If you haven’t built your own canvases before, you need to give this a try – NEVER attempt to squeeze your subject into the format of the canvas that you happen to have at hand - rather, build your canvas around your formatted composition – the ‘square peg into a round hole” approach never works. Stretcher bars and canvas ( use at least 10 oz) can be picked up from your art supply store. Buy yourself an inexpensive staple gun, a pot of gesso and a piece of sand paper – takes about half an hour and costs slightly less than a pre-stretched canvas – the superior quality is an added bonus.
Prepare your palette . . .
Decide what you might be able to accomplish in the time that you have for the current painting session and set your palette up based on that focus. Having your colours mixed and ready to go will save you time and eliminate guess work. It is often tempting to try to create your colour for the job at hand by mixing from whatever you happen to have left on the palette – doing so means you’ve stopped caring. Take a break at this point, clean your brushes and reset your palette. Guess work will take you down a dark and murky road. . .
Under paint, edges etc . . .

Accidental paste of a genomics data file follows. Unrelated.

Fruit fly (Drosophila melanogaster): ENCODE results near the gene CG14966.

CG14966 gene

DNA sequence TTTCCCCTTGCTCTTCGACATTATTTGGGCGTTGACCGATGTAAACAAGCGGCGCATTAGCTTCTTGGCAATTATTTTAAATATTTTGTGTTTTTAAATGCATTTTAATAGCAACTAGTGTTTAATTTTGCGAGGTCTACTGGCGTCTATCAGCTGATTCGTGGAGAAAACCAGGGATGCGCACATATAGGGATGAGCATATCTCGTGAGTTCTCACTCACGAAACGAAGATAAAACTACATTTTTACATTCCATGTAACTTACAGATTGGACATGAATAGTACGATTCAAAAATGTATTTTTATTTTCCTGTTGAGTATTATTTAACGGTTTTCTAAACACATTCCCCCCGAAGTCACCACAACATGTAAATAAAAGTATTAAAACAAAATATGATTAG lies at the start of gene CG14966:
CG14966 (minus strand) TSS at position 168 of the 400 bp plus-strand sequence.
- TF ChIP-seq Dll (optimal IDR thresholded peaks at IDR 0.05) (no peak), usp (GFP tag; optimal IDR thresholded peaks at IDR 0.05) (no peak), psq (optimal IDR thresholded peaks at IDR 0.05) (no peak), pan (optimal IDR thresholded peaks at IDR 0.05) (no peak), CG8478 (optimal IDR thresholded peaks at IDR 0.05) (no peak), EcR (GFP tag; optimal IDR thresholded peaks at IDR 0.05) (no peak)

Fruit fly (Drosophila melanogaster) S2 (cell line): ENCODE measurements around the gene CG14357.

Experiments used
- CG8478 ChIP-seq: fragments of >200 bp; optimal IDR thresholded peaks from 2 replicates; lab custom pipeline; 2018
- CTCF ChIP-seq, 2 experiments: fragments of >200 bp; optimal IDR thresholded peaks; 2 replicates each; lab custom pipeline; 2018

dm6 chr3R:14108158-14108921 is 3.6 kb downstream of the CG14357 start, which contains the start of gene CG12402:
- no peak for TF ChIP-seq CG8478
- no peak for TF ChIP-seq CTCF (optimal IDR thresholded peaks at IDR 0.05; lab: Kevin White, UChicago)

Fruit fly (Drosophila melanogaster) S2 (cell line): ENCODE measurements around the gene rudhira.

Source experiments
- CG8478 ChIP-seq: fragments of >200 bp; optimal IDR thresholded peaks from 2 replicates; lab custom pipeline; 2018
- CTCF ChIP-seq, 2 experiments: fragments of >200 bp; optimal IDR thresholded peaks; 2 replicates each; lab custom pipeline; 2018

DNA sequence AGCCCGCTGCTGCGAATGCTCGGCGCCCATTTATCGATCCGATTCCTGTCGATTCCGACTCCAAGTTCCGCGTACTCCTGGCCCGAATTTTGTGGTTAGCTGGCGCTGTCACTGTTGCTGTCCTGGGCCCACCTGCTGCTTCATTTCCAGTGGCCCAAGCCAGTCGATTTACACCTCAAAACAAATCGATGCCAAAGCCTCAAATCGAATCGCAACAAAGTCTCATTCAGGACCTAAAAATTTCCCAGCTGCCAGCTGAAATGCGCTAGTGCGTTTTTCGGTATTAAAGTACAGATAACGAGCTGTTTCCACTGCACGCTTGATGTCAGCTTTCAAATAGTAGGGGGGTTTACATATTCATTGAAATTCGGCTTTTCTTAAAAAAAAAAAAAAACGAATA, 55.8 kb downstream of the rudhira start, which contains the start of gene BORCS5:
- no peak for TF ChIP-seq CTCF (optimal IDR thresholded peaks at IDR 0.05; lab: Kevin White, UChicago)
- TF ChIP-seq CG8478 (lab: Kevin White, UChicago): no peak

Those of you that know me know that I place a lot of emphasis on preparation, careful drawing and under paint. The drawing of the composition to the canvas is really important. Whether you draw with a brush, charcoal or pencil is unimportant, but make a few pre-studies and work out your issues in the drawing before you commence painting. I use the grisaille technique as an underpaint however a toned canvas works equally well – try using a neutral colour such as raw umber.
Mind those edges! . . . there are two types of edges - soft and hard. The use of both will create interest , mood and depth of field. The human eye is able to see objects peripherally – objects appear blurred and unfocused - soft edges. Soft edges apply to objects that are in the background and further away from the eye. Use your soft and hard edges to guide the viewer through your painting.
Brushes and paint . . .